Co-equalism-A A +A
An Independent View
Sunday, February 10, 2013
CONSTITUTIONALLY, the Philippines’ government structure is similar to that of the United States. We both have decision-making power shared between three co-equal branches of government: Legislative, Executive, and Judicial. This structure well captures a fundamental principle of democracy, namely that diffusion of decision making power is essential. The upside is that, theoretically, we avoid extremism. The downside is that “gridlock” can occur in which competing factions may cause no decision, or an extremely watered-down decision, or a hugely delayed decision to be made.
In the US, President Obama has promised to soon introduce legislation to ease the rules relating to immigration policy. He states that the legislation could be passed within six months. I wish him well but fear that he will be fortunate to have any significant legislation introduced before the end of his term in January 2017.
The impetus for relaxing immigration rules is mainly economic. The American economy has depended substantially on recent migrants. By 1900, due significantly to its fairly free immigration policy, the US became the largest economy in the world. It still is, but China is catching up fast. By 2020, if present trends continue, China will be Number 1 and the US No. 2. For many Americans, this is an unpalatable state of affairs. If the US loosened its immigration girdle, the US economy will, arguably, grow rapidly – in contrast to its economic performance since 2008.
The first question is what should be done about the 11 million living in America on no legal basis whatsoever. There will be heated debates. There are those who say that these illegal immigrants, if allowed to have their status regularized, will show that not obeying the immigration rules is ultimately to their advantage.
Then there will be those who recognize that unskilled American workers who, nevertheless receive high wages by international standards, will find employment even more difficult to obtain than at present. They will be pushed aside by new immigrants prepared to accept poorer conditions.
Immigration, then, is a vexed question. Two of the three co-equal branches of government – the Executive and the Legislative – will work hard to devise a policy which is acceptable. Politics, after all, is the art of the possible. The third co-equal branch, the Judiciary, is likely to be involved as well, since there will be a high possibility of onstitutional challenges addressed to the Supreme Court. Our powerful Supreme Court is currently examining the Constitutionality of the RH Bill.
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In the Philippines, the co-equal branches of government “enjoy” a creative tension which hopefully leads to better decision-making.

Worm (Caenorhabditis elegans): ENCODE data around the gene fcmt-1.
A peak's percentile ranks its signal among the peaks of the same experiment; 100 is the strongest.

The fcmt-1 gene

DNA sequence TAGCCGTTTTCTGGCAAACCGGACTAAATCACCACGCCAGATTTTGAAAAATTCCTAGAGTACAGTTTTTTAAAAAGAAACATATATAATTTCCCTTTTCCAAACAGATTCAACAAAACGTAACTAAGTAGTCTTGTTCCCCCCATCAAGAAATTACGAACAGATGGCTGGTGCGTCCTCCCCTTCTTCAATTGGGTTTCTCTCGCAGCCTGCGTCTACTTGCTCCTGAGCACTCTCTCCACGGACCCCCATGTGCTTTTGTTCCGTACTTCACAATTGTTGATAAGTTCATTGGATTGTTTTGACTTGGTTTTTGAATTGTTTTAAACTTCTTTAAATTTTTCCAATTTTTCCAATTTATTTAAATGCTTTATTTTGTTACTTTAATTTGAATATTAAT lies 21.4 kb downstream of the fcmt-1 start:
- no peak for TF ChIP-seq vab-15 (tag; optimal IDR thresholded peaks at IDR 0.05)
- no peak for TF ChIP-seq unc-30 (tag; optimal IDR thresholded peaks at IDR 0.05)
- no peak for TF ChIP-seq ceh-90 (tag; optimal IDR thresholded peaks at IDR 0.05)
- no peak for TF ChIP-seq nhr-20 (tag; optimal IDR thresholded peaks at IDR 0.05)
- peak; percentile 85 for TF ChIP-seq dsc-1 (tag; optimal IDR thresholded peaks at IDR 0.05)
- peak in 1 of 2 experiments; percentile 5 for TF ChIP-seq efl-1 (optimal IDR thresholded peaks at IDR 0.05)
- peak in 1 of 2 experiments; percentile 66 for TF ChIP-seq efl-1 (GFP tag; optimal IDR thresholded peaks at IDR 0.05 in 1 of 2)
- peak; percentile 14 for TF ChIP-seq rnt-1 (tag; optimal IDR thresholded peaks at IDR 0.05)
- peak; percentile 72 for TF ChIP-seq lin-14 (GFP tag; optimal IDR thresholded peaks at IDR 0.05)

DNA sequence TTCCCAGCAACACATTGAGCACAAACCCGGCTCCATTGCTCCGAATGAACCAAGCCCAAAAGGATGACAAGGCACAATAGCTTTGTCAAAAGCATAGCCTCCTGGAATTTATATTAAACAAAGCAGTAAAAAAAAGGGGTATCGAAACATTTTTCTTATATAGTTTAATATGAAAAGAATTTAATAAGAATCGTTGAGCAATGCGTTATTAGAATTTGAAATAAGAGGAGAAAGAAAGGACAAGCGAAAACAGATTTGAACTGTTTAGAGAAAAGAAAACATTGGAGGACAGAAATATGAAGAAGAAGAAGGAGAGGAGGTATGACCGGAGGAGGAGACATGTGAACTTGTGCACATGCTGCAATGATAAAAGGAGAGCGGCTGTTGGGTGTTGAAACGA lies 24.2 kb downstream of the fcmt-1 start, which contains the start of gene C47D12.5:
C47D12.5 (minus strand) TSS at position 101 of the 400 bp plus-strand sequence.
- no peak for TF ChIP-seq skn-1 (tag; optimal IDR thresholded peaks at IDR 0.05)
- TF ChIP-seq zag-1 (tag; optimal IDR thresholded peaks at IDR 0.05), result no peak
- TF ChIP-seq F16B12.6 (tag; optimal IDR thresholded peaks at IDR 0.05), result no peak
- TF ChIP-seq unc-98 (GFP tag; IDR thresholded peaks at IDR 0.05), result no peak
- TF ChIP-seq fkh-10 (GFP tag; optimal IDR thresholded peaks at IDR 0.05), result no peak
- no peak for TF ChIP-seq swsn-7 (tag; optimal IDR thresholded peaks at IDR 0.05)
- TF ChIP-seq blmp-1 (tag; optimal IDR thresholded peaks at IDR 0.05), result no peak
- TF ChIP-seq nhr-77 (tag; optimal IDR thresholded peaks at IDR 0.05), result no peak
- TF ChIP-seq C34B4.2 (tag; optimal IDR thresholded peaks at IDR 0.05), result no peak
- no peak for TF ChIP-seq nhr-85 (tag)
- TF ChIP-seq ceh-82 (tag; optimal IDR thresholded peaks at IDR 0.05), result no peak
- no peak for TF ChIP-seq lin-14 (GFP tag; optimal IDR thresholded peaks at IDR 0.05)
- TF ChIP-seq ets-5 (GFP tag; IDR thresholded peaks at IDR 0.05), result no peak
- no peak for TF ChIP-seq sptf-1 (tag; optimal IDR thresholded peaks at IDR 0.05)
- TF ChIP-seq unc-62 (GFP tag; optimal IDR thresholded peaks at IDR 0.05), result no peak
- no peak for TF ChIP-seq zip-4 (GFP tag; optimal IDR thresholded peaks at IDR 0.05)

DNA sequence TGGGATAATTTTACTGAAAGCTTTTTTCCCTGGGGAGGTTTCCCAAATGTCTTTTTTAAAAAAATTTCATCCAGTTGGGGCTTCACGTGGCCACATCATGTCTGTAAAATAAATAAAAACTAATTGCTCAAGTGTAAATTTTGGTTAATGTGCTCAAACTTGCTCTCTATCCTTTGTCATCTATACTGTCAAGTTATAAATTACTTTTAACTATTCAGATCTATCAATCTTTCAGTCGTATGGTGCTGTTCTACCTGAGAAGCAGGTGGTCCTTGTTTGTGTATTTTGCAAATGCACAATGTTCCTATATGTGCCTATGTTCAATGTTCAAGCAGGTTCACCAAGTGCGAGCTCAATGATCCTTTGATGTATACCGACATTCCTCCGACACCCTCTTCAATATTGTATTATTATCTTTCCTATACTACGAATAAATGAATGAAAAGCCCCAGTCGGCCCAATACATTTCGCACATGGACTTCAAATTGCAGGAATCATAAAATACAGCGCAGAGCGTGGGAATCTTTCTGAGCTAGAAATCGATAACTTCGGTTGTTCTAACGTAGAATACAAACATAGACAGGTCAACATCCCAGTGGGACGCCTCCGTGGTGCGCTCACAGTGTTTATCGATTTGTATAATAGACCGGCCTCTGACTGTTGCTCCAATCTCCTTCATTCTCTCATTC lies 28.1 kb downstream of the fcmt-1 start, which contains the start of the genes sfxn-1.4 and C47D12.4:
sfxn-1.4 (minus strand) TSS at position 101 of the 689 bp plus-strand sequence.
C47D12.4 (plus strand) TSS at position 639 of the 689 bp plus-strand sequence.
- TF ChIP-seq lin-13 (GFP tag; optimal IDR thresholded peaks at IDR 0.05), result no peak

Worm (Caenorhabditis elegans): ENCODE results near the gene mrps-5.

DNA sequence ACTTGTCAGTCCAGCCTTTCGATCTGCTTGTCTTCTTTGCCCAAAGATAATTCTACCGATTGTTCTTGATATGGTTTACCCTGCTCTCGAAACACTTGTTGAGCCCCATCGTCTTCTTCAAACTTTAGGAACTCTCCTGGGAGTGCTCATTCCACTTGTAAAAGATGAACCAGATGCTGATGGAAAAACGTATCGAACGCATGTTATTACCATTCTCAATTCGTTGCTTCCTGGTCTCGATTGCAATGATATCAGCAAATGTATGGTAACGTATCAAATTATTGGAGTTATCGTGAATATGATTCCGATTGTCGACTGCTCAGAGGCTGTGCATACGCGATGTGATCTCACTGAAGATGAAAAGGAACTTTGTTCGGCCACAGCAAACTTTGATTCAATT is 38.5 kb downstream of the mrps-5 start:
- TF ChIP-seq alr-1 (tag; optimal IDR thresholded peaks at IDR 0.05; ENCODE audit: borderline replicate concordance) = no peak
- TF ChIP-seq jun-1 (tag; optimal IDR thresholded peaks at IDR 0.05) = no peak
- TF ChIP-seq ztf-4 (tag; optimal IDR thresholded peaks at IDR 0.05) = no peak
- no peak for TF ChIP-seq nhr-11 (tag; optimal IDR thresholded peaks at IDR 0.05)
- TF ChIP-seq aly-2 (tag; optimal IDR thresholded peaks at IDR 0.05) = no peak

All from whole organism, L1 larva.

Since 2010, we have seen the Executive Branch, specifically the Department of Education, go beyond its range of authority and try to usurp the role of Congress by defining, prematurely, the Act which would determine the Nation’s education strategy (K-12). In so doing, DepEd neglected its Executive role. It was gently reminded of this when our elected Senators (who in 2013 will need a minimum of 12 million votes to gain election), last December indicated that the real priorities in education were that only 66% of students pass the supposedly compulsory grade school (meaning 34% do not complete grade school) and of the 66% only half complete four years of high school education. This means only 33% of our students complete high school. The main plank of DepEd’s proposal was, for uncompelling reasons, to stretch out the four year high school education to six years.
Our elected representatives in Senate, quite properly, directed DepEd to conduct a review and submit a report to the legislative as regards the reported shortages of teachers, chairs, toilets and other school facilities. ‘Come back during SY 2014-2015’ DepEd was told.
Unfortunately, DepEd has ejaculated prematurely and has wrongly assumed that students entering high school in June 2012 were embarking on a six year course. This has caused problems in some of our private schools which has accepted DepEd’s ‘enjoinments’ to participate in the dormant K-12. For example, many first year high school students at Bacolod Tay Tung High School graduated from Grade 6 in April 2012 with the intention of taking a four year High School course and enrolling in tertiary education in June 2016. DepEd has illicitly thrown a spammer in the works and first year high school students are spending excessive amounts of time on time-wasting “programs” and “projects” instead of, as hitherto, embarking on a serious, academically sound, four year course. We hope BTTHS and, where relevant, other private schools can address this issue and get back on a proper academic track.
Students need a proper four year course, not a wishy-washy six year one.
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“Education is what survives when what has been learned has been forgotten” - B.F. Skinner 1964
Skinner is correct. We need an education system which emphasizes understanding over mere rote learning. Then, more Filipinos will be globally competitive.
Published in the Sun.Star Bacolod newspaper on February 11, 2013.